Among the main mechanisms of evolution we find adaptation, genetic drift, gene flow, mutation, natural selection and speciation. The following thesis explores bacterial mutation rate, mutants, mutators, and how competition acts as a driving force of adaptation.
In chapter 1, the system used in reference for mutation is the development of Pseudomonas aeruginosa antibacterial resistance in the Cystic Fibrosis patients. Current methods for determining mutation rate are quite involved mathematically or complicated experimentally. A new method for estimating mutation rate is discussed and compared with two other widely used methods.
In chapter 2, a microarray data set of different strains are compared. We find that the data set has strains that have sections of deleted genes. The two categories are analyzed across two different tests and genetic deletions are compared. The strains are also known to be mutators or non-mutators and the data will be used for strain classification.
In chapter 3, a competition model of killer and non-killer yeast is used to predict the outcome of competition in a continuous culture under nutrient limitation (e.g. a chemostat). This research explores possible detrimental effect on fitness when yeast harbor the killer virus under chemostat conditions and when a non-killer yeast strain can out compete a killer-strain of yeast.
|Commitee:||Bardsley, John, Miller, Scott, Rosenzweig, Frank, Stone, Emily|
|School:||University of Montana|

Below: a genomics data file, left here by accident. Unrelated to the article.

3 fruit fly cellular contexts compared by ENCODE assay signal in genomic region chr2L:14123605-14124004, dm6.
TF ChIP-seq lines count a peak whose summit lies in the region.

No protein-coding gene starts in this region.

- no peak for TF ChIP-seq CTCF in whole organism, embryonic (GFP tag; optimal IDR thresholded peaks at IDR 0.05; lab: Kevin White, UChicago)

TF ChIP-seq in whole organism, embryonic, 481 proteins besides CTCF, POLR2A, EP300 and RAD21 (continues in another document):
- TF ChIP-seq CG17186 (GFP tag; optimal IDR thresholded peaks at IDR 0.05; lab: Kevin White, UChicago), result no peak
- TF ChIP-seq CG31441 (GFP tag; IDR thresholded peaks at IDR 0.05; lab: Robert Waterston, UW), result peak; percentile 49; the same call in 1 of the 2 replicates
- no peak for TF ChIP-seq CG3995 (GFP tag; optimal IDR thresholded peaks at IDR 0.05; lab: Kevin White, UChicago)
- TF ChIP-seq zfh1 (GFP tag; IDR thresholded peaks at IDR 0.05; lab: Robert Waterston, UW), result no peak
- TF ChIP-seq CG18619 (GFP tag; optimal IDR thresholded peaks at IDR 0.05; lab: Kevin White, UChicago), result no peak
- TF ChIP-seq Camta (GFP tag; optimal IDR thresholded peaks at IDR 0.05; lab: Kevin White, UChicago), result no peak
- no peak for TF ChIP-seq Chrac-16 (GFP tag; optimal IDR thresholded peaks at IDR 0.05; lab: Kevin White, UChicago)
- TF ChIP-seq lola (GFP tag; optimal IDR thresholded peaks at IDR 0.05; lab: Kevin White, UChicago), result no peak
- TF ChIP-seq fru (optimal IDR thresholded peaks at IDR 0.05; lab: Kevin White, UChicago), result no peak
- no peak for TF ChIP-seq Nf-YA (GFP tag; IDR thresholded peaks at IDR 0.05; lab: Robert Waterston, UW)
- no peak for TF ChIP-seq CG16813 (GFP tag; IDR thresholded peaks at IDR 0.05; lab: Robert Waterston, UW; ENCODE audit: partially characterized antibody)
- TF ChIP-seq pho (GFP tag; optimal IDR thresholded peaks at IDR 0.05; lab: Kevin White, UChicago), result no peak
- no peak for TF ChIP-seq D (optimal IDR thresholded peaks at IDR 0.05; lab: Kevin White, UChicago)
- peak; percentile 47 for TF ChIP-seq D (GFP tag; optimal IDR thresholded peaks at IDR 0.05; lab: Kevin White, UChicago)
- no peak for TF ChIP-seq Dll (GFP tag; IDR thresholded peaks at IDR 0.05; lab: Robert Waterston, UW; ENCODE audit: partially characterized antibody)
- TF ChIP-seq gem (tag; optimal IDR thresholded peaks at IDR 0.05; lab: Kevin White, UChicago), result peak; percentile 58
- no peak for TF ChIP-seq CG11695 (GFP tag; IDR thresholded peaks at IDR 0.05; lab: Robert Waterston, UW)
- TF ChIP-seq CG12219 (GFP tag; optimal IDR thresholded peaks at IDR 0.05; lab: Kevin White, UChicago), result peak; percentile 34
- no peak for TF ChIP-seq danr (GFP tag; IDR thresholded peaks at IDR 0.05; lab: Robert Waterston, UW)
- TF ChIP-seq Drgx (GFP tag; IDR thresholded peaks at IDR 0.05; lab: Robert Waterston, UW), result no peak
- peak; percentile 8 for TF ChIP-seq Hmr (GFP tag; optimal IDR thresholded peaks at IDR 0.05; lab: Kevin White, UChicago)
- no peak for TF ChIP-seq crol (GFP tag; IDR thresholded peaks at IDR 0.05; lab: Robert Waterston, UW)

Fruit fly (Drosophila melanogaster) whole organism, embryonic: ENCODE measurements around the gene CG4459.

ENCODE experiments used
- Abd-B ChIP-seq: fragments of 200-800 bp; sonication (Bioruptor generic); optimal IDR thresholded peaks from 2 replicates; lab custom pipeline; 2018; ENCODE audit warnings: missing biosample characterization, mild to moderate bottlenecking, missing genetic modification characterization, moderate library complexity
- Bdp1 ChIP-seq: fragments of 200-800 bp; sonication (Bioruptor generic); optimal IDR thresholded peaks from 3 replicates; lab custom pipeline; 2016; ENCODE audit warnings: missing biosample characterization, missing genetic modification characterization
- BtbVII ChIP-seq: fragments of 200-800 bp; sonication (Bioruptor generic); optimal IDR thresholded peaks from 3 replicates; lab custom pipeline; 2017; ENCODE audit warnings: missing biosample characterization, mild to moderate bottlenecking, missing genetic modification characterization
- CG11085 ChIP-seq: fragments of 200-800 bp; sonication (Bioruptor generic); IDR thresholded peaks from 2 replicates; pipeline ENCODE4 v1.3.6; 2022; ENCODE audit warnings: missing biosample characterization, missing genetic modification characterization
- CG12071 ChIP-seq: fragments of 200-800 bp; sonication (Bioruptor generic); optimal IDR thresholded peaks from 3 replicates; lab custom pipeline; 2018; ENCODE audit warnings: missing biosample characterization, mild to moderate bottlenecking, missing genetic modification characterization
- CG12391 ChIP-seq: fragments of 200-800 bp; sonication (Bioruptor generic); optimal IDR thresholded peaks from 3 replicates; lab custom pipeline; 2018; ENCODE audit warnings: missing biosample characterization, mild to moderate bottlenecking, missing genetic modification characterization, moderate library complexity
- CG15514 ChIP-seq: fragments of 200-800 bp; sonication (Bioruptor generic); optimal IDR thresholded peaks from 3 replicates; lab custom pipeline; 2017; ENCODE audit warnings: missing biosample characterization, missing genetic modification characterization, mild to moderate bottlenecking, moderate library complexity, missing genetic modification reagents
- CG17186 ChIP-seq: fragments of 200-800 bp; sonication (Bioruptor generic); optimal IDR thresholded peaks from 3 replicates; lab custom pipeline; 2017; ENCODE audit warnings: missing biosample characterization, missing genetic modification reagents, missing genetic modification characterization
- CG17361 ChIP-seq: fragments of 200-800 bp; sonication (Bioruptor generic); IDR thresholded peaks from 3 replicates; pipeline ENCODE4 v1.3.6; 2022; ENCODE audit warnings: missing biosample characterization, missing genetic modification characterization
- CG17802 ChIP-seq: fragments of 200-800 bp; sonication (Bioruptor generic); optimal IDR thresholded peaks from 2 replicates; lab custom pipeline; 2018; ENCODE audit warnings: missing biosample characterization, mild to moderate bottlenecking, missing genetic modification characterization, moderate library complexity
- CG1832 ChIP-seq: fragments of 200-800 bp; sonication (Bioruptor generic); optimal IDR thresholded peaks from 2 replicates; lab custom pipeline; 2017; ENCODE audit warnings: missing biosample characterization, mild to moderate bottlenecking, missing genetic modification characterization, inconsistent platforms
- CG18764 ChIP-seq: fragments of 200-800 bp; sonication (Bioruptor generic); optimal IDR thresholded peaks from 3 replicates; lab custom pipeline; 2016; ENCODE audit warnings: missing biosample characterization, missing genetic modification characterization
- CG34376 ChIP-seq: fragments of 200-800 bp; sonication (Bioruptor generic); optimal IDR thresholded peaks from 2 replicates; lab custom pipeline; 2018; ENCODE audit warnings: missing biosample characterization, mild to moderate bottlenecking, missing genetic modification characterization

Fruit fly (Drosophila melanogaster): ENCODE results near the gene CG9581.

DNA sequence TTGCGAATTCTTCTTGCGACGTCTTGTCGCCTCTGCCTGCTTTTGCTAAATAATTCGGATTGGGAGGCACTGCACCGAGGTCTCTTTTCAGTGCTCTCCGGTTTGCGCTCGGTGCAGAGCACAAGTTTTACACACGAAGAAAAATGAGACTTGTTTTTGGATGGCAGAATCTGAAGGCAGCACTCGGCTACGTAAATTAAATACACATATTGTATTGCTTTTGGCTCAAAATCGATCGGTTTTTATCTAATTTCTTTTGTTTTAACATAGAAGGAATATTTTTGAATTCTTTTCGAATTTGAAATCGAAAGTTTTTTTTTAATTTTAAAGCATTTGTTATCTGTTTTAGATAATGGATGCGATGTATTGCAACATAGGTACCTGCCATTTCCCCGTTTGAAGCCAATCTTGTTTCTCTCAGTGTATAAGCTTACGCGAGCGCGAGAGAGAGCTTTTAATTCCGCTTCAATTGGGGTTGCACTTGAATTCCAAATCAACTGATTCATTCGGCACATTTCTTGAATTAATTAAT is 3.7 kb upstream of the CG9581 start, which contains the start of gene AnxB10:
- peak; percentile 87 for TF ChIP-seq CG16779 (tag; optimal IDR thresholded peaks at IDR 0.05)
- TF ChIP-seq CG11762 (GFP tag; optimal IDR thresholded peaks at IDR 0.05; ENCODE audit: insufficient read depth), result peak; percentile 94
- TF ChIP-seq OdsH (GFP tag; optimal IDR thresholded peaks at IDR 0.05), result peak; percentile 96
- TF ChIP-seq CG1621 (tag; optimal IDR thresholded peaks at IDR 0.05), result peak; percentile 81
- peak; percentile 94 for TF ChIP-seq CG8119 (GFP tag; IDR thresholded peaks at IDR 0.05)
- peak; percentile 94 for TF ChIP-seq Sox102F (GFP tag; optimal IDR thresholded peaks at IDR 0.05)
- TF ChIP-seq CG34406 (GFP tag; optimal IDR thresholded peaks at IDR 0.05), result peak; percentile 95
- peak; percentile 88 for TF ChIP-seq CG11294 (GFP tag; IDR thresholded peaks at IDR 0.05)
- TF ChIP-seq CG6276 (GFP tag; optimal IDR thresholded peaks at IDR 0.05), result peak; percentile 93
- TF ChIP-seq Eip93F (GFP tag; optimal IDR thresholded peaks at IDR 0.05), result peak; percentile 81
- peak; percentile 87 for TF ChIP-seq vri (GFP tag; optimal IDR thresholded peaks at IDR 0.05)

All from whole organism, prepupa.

|School Location:||United States -- Montana|
|Source:||DAI-B 73/12(E), Dissertation Abstracts International|
|Keywords:||Bacterial mutations, Chemostat, Competition, Microarrays, Mutation rates|
Copyright in each Dissertation and Thesis is retained by the author. All Rights Reserved
The supplemental file or files you are about to download were provided to ProQuest by the author as part of a
dissertation or thesis. The supplemental files are provided "AS IS" without warranty. ProQuest is not responsible for the
content, format or impact on the supplemental file(s) on our system. in some cases, the file type may be unknown or
may be a .exe file. We recommend caution as you open such files.
Copyright of the original materials contained in the supplemental file is retained by the author and your access to the
supplemental files is subject to the ProQuest Terms and Conditions of use.
Depending on the size of the file(s) you are downloading, the system may take some time to download them. Please be